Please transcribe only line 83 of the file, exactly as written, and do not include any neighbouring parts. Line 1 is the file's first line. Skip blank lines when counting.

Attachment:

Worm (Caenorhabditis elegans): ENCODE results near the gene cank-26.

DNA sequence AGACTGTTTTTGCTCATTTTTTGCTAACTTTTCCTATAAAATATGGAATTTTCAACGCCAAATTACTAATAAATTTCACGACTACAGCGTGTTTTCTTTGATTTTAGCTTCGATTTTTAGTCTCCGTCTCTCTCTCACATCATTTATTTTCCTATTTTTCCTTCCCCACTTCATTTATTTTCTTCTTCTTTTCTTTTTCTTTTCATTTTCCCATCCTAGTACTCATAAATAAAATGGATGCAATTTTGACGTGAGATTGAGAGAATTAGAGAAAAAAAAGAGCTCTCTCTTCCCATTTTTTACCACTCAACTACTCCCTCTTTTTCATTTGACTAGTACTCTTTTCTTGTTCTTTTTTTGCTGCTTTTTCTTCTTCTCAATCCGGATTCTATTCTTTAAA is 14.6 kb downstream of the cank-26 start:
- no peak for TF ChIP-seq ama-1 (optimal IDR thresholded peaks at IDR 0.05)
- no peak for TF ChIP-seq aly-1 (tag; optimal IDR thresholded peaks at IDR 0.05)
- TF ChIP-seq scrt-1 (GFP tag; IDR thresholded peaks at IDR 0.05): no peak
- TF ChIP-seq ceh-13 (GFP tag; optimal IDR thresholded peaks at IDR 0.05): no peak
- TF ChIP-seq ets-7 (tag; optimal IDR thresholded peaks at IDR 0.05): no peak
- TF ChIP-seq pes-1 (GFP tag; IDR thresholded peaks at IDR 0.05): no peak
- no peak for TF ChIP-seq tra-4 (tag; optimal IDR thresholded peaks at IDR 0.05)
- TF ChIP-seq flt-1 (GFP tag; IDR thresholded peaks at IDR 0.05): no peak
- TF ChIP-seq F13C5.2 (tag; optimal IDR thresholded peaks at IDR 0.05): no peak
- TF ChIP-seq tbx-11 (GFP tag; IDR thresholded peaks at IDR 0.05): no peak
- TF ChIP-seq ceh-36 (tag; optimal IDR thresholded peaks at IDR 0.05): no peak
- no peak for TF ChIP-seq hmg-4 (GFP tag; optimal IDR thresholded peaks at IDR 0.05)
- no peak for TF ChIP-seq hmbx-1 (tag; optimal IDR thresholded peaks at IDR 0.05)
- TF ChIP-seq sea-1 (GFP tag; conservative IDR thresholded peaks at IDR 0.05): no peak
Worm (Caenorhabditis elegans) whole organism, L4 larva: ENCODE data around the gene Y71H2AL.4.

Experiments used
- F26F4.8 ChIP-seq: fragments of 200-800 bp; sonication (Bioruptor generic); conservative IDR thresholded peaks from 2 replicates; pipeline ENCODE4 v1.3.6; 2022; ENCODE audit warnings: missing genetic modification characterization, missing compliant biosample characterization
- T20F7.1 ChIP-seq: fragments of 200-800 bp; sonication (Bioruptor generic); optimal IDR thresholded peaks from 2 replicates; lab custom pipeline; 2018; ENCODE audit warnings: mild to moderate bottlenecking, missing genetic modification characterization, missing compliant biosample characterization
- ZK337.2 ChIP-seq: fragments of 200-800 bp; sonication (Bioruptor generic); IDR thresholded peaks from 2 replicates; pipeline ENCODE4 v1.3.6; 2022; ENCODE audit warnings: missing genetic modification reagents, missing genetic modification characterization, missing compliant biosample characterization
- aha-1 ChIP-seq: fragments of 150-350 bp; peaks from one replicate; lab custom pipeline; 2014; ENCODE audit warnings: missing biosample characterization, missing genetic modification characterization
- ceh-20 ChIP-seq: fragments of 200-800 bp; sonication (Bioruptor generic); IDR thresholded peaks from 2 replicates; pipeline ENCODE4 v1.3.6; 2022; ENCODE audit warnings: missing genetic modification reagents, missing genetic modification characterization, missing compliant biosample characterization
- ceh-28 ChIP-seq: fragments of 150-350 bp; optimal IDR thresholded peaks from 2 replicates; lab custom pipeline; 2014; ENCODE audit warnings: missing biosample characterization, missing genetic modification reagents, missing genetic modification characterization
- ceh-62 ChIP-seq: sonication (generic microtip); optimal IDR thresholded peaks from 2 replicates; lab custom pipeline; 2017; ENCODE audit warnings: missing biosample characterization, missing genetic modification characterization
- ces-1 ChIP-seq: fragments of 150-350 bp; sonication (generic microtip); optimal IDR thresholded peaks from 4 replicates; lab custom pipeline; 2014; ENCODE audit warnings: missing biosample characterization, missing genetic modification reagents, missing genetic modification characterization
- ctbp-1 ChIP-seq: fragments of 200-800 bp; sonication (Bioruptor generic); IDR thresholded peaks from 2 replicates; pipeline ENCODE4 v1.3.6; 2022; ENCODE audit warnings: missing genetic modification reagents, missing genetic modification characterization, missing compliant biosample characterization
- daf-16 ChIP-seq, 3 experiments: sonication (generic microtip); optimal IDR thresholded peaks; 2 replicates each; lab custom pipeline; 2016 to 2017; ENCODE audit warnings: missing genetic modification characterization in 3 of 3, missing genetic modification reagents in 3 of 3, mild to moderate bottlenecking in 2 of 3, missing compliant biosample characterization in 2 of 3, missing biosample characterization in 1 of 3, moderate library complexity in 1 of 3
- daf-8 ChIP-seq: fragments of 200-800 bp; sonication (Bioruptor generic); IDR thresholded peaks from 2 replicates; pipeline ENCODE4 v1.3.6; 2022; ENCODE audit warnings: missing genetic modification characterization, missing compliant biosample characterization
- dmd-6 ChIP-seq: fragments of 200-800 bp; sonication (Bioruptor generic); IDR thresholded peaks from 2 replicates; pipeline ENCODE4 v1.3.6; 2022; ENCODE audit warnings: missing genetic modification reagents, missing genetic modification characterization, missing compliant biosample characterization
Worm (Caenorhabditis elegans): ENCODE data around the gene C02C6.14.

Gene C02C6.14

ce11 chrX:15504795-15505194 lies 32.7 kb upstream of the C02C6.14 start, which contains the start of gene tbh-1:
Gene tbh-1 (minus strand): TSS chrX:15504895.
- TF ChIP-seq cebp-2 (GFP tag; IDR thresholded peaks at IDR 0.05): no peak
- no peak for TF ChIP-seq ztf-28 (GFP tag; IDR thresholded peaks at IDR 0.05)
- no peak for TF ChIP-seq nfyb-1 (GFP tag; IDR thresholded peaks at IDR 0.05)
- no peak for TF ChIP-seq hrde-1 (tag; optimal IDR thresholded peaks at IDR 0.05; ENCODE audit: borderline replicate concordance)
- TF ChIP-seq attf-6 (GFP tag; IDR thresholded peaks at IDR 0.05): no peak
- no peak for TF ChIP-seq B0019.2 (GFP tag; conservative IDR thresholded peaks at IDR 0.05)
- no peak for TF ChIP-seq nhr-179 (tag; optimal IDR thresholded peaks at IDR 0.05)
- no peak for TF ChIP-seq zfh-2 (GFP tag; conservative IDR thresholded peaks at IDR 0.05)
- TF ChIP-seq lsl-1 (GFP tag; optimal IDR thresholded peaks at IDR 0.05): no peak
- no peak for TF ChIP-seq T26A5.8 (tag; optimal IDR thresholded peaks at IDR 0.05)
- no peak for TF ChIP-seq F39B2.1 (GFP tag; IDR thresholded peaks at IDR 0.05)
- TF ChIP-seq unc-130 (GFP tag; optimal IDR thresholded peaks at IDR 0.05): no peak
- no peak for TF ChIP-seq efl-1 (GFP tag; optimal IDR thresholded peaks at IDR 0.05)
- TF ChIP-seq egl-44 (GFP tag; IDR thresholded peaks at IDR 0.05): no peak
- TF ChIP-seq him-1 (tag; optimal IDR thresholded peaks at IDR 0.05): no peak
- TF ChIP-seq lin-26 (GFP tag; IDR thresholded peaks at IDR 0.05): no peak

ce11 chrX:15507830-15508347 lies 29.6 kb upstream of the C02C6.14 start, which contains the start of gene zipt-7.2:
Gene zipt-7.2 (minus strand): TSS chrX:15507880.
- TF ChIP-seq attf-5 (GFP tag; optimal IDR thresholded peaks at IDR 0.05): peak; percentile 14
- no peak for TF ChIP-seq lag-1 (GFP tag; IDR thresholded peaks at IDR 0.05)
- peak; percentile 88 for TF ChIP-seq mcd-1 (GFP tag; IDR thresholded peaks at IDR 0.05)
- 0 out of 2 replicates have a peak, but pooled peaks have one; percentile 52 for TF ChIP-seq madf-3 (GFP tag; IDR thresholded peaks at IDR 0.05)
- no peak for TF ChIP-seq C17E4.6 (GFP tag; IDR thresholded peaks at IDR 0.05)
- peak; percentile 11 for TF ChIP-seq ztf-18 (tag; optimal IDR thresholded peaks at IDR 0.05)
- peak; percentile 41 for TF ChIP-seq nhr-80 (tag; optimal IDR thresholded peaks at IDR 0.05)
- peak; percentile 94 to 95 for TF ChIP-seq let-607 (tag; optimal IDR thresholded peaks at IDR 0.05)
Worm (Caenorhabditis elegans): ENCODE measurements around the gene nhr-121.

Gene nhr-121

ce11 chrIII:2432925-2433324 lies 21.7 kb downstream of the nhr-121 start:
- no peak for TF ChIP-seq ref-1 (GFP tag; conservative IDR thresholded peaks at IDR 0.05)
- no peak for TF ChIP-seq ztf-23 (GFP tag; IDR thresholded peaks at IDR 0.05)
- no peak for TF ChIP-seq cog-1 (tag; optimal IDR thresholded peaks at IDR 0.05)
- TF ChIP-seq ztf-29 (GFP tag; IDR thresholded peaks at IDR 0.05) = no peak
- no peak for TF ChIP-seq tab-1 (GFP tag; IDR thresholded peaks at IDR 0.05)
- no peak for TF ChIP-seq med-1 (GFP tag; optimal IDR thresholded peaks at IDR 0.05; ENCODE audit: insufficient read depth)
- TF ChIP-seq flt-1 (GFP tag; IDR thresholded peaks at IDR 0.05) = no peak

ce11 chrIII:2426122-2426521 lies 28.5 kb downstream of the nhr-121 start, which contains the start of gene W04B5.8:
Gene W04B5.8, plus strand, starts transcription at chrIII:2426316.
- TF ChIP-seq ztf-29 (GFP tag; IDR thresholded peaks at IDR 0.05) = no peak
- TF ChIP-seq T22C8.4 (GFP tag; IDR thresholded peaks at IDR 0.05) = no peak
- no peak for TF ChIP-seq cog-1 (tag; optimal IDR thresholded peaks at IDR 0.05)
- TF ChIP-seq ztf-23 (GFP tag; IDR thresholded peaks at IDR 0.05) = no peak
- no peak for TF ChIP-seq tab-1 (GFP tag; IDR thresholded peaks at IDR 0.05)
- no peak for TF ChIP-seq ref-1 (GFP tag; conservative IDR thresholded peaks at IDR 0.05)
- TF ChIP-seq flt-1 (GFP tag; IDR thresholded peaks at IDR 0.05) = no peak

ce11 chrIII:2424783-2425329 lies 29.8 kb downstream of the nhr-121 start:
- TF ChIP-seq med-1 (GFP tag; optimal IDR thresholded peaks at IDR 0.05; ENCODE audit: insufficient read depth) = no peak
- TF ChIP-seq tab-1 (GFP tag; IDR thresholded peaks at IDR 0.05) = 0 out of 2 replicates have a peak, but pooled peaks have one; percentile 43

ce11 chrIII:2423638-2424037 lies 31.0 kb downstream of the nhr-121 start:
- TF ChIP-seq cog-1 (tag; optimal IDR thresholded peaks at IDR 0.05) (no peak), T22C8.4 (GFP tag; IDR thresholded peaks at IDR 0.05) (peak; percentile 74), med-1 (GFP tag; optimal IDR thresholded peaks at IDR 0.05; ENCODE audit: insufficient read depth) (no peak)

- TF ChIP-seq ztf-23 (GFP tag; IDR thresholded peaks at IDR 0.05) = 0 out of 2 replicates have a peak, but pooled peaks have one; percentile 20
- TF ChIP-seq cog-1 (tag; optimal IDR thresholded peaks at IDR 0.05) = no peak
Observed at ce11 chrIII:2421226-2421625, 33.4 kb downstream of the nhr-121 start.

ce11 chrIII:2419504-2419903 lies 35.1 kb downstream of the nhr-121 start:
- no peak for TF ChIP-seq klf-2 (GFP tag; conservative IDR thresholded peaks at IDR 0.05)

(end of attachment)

ce11 chrIII:2423638-2424037 lies 31.0 kb downstream of the nhr-121 start: